Euro-area manufacturing output contracted for a 21st straight month in April, adding to pressure on the European Central Bank to cut interest rates to spur lending and growth.
A gauge of manufacturing in the 17-nation euro area declined to 46.7 last month from 46.8 in March, London-based Markit Economics said today. That’s above an initial estimate of 46.5 on April 23. A reading below 50 indicates contraction.
With the euro-area economy mired in a recession, the ECB’s Governing Council will cut its benchmark rate today to a record low 0.5 percent from 0.75 percent, according to the median of 70 economists’ estimates in a Bloomberg News survey. The Frankfurt-based central bank sees the economy shrinking 0.5 percent in 2013.
The Markit report “isn’t going to give the ECB anything new to use at today’s press conference other than further confirmation,” Victoria Clarke, an economist at Investec Securities in London, said by telephone. “The euro-area economies are stuck in the mud. Something is needed to get them moving again.”
The euro pared losses against the dollar after the data were released, trading at $1.3168 at 11:22 a.m. in Brussels, down 0.1 percent on the day.
The euro-zone economy has contracted for five consecutive quarters. That trend is forecast to continue in the first three months of this year before a return to growth in the second quarter, according to a separate Bloomberg survey of economists. Inflation cooled to a three-year low in April, and March unemployment rose to a record 12.1 percent.
Siemens AG, Europe’s largest engineering company, cut its full-year forecast today amid a slowdown in orders for some offerings and charges for the delayed delivery of trains. Net income from continuing operations will approach the low end of its 4.5 billion-euro ($5.9 billion) to 5 billion-euro target, the Munich-based company said.
Bayerische Motoren Werke AG, the world’s biggest maker of luxury cars, reported a 4.5 percent drop in first-quarter profit as the plunging European market pushed car prices lower. Earnings before interest and taxes fell to 2.04 billion euros from 2.13 billion euros a year earlier, the Munich-based company said today.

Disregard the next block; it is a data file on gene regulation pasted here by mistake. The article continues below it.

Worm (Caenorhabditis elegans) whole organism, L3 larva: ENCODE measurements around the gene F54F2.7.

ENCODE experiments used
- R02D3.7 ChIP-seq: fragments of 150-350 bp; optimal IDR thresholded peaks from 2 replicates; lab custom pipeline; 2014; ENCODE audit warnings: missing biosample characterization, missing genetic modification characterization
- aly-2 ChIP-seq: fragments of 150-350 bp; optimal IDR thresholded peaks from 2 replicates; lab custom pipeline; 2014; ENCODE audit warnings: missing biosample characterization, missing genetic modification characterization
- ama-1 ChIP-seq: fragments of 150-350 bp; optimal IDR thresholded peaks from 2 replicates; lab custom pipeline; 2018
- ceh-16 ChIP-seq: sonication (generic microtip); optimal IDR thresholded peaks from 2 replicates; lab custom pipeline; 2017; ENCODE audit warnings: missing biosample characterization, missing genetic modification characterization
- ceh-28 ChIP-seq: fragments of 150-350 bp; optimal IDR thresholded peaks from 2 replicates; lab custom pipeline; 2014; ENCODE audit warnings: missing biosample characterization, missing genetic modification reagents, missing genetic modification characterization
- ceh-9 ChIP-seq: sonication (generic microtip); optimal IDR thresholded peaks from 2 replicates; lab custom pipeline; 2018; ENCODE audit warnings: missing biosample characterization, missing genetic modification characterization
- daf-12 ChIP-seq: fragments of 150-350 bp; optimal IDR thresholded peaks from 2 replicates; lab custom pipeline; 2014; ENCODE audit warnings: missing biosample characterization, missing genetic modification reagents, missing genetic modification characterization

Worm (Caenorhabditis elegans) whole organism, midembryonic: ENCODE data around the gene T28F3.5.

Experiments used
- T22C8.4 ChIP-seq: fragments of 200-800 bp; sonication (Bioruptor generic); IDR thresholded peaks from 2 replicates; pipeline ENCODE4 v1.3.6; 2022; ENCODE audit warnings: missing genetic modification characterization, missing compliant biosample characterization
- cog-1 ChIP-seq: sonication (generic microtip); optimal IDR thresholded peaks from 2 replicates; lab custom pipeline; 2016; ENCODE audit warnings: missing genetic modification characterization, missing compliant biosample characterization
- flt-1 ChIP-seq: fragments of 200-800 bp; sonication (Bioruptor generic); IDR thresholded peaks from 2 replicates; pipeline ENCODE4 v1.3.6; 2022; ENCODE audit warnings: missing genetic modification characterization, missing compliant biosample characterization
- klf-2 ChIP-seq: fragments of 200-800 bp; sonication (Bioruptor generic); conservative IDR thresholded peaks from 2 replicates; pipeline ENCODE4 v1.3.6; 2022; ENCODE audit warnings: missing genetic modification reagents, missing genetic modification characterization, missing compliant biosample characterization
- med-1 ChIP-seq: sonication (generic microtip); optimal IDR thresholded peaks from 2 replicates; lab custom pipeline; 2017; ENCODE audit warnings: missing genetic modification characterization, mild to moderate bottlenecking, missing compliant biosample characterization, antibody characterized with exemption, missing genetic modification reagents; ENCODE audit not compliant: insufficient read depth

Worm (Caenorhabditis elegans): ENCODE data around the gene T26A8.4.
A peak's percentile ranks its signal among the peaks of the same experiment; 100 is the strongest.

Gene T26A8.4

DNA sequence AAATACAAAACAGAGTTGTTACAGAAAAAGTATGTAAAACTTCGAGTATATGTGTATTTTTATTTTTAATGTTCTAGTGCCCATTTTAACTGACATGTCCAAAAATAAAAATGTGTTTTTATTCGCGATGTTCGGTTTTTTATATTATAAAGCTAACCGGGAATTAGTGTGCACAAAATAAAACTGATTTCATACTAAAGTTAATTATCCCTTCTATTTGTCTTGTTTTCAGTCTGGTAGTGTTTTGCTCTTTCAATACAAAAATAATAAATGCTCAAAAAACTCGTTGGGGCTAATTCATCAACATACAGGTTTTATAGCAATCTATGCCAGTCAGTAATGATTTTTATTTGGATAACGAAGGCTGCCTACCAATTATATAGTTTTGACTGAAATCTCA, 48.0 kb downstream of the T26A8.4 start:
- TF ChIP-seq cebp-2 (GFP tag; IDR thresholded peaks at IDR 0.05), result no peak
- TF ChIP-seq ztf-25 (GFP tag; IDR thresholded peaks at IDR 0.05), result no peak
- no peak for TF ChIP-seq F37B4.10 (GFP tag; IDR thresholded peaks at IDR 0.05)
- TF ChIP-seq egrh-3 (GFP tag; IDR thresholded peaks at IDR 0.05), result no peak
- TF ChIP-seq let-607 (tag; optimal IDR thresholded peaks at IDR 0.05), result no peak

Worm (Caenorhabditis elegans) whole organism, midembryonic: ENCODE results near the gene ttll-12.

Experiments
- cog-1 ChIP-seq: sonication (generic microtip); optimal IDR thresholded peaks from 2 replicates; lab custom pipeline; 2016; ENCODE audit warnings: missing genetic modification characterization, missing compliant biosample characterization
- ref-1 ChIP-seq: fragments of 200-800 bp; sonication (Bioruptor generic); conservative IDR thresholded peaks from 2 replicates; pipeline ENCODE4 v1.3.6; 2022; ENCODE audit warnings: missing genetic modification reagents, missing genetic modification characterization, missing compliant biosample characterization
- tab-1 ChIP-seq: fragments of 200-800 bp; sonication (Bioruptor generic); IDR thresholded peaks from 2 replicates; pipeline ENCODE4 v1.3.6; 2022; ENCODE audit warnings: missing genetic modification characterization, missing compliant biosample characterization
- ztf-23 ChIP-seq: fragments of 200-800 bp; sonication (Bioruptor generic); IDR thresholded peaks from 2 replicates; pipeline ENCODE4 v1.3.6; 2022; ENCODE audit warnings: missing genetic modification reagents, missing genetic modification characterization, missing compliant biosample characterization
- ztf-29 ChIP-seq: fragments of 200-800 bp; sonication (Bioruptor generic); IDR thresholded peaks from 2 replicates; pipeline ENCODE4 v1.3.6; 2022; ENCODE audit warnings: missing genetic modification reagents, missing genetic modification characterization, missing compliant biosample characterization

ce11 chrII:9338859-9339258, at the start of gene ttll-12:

“There is nothing here to suggest that manufacturing will turn the corner and stabilize any time soon, putting greater onus on policy makers to act quickly to reinvigorate growth,” Chris Williamson, chief economist at Markit, said in today’s report.
The euro-area economic gloom contrasted with the U.K., where an April factory index released yesterday by Markit and the Chartered Institute of Purchasing and Supply rose more than economists forecast, adding to signs the economy may be starting to recover. The gauge rose to 49.8 from 48.6 in March.
U.K. construction shrank less than economists forecast in April as homebuilding strengthened, Markit said in a separate report.
In Asia, the purchasing managers’ index for China released today by Markit and HSBC Holdings Plc fell to 50.4 from 51.6 in March, adding to signs that a growth slowdown will persist in the world’s second-biggest economy.
The drop follows a decrease in an official manufacturing index reported yesterday and lower-than-estimated gains in industrial output in the first quarter.
U.S. manufacturing expanded in April at the slowest pace this year and companies took on the fewest workers in seven months, adding to evidence of a slowdown in the world’s largest economy.
In the euro area, ECB President Mario Draghi has stoked expectations that officials will deliver a rate cut today even as they doubt its impact.
Faced with a struggling economy and limits on the potency of conventional means to stimulate it, the ECB could also consider options including long-term loans, corporate-bond purchases and forward guidance on interest rates.
The ECB decision is due at 1:45 p.m. in Bratislava, where the Governing Council is meeting this month. Draghi holds a press conference in the Slovakian capital 45 minutes later.